Acacia melanoxylon: is a member of the Mimosaceae family and is known as Blackwood.
The timber, from Blackwood, is highly valued. It is used in furniture construction and Aboriginal people made shields from the timber.
The phyllodes are 7 to 15 centimetres long by 3 centimetres wide and narrow at both ends with prominent longitudinal veins. The phyllodes have been used for dyeing.
Flower-heads are globular, cream to pale yellow and appear from July to October.
Acacia melanoxylon has wide distribution and is found in all eastern states including Tasmania.
In Tasmania the species is long-lived whilst further north, in Queensland, Blackwood is regarded as short-lived.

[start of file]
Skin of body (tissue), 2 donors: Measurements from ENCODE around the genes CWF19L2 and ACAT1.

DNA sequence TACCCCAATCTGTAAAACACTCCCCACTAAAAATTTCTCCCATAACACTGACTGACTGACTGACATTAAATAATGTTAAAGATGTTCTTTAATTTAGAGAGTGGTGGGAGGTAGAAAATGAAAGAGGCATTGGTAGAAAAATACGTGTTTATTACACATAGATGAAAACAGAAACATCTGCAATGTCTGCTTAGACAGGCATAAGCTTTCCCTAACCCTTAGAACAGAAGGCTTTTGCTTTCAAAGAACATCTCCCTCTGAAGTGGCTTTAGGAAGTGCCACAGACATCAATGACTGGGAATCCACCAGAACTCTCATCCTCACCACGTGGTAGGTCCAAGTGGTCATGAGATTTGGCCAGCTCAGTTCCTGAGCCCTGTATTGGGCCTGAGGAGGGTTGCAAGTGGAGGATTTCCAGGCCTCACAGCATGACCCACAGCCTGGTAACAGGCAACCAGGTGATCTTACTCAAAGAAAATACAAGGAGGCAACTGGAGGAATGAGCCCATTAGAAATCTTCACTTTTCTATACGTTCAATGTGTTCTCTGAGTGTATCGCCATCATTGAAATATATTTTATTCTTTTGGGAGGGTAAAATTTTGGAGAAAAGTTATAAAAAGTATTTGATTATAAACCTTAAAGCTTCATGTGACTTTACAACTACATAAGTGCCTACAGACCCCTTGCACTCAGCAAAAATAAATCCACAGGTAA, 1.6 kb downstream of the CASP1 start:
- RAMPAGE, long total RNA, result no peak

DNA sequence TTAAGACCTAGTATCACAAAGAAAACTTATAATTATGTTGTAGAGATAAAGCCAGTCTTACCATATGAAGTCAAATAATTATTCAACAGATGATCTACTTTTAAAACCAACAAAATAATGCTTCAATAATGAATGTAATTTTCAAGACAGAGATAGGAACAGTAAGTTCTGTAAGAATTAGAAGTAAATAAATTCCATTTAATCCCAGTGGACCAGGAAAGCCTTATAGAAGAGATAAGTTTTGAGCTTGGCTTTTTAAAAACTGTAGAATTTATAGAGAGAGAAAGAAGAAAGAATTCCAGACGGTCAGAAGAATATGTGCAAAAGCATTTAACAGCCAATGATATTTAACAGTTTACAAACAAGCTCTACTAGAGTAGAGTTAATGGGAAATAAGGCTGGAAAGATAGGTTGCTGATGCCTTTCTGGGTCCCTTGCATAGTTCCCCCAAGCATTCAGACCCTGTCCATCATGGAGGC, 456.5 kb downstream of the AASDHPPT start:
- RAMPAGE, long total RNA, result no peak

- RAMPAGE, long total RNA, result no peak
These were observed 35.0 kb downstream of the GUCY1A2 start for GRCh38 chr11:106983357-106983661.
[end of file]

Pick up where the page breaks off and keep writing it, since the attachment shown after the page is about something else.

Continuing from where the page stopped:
Tasmania is the main centre of Blackwood furniture construction.
Acacia melanoxylon is common along the Waterfall Way, east of Armidale in northern New South Wales (this is our part of the world). The plants here develop into small trees with dense crowns.
Blackwood will produce suckers if the roots are damaged.
The species could be used for erosion control as well as cultivated in shelterbelts and windbreaks.
Propagate from seed and possibly cuttings. Seed should be soaked in boiling water before sowing.